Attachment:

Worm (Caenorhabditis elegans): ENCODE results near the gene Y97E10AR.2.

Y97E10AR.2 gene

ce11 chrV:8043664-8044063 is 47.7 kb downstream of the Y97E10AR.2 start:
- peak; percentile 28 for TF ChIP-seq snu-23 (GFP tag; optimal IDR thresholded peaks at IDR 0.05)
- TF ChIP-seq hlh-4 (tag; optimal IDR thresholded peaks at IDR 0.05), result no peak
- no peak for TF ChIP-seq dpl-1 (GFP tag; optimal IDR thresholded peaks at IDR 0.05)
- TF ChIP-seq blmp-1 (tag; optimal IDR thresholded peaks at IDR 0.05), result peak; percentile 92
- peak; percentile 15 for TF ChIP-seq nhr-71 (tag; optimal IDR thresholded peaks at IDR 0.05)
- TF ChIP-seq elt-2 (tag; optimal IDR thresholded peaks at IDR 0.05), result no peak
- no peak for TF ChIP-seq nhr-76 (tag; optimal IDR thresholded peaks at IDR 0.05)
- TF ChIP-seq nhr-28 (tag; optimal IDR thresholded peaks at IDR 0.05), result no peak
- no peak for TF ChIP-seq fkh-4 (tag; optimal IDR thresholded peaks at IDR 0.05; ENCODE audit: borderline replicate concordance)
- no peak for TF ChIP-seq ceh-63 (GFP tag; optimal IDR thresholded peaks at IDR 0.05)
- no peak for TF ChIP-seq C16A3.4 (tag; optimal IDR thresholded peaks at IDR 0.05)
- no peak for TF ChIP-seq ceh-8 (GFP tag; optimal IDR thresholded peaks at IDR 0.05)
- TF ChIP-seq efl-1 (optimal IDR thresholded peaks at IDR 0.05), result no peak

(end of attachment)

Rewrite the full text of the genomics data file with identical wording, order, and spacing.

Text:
Worm (Caenorhabditis elegans): ENCODE results near the gene Y97E10AR.2.

Y97E10AR.2 gene

ce11 chrV:8043664-8044063 is 47.7 kb downstream of the Y97E10AR.2 start:
- peak; percentile 28 for TF ChIP-seq snu-23 (GFP tag; optimal IDR thresholded peaks at IDR 0.05)
- TF ChIP-seq hlh-4 (tag; optimal IDR thresholded peaks at IDR 0.05), result no peak
- no peak for TF ChIP-seq dpl-1 (GFP tag; optimal IDR thresholded peaks at IDR 0.05)
- TF ChIP-seq blmp-1 (tag; optimal IDR thresholded peaks at IDR 0.05), result peak; percentile 92
- peak; percentile 15 for TF ChIP-seq nhr-71 (tag; optimal IDR thresholded peaks at IDR 0.05)
- TF ChIP-seq elt-2 (tag; optimal IDR thresholded peaks at IDR 0.05), result no peak
- no peak for TF ChIP-seq nhr-76 (tag; optimal IDR thresholded peaks at IDR 0.05)
- TF ChIP-seq nhr-28 (tag; optimal IDR thresholded peaks at IDR 0.05), result no peak
- no peak for TF ChIP-seq fkh-4 (tag; optimal IDR thresholded peaks at IDR 0.05; ENCODE audit: borderline replicate concordance)
- no peak for TF ChIP-seq ceh-63 (GFP tag; optimal IDR thresholded peaks at IDR 0.05)
- no peak for TF ChIP-seq C16A3.4 (tag; optimal IDR thresholded peaks at IDR 0.05)
- no peak for TF ChIP-seq ceh-8 (GFP tag; optimal IDR thresholded peaks at IDR 0.05)
- TF ChIP-seq efl-1 (optimal IDR thresholded peaks at IDR 0.05), result no peak